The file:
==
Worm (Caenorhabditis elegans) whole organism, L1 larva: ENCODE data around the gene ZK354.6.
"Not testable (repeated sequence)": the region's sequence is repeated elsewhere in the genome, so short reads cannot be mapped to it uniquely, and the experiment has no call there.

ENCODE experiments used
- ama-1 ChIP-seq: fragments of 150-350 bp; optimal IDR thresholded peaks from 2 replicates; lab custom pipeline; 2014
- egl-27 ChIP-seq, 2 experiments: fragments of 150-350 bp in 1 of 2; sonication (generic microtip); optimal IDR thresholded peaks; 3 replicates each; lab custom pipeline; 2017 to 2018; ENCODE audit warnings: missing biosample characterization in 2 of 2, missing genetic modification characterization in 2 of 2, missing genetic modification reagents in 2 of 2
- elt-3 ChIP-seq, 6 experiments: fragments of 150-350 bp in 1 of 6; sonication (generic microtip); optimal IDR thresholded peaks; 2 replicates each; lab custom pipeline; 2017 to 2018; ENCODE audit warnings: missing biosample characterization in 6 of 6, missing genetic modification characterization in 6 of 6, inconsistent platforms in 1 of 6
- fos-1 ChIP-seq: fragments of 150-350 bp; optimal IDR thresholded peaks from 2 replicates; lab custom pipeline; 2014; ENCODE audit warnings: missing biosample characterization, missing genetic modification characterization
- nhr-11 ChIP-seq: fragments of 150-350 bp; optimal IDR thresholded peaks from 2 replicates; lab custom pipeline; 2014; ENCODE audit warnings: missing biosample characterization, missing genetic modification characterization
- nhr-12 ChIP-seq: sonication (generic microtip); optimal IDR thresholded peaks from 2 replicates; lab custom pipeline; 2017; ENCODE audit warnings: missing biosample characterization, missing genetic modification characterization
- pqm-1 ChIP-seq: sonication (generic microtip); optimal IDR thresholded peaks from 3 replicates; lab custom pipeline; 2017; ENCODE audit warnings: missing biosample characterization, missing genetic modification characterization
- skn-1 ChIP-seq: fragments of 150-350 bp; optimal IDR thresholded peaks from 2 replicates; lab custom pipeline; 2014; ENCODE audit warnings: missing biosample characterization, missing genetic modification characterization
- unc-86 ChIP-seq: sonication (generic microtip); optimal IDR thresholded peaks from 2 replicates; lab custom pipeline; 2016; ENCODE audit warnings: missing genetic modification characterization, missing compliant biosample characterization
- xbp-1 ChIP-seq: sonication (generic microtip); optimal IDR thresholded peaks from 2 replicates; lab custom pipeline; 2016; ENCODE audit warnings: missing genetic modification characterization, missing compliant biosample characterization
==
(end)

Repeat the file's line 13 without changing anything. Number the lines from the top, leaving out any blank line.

- xbp-1 ChIP-seq: sonication (generic microtip); optimal IDR thresholded peaks from 2 replicates; lab custom pipeline; 2016; ENCODE audit warnings: missing genetic modification characterization, missing compliant biosample characterization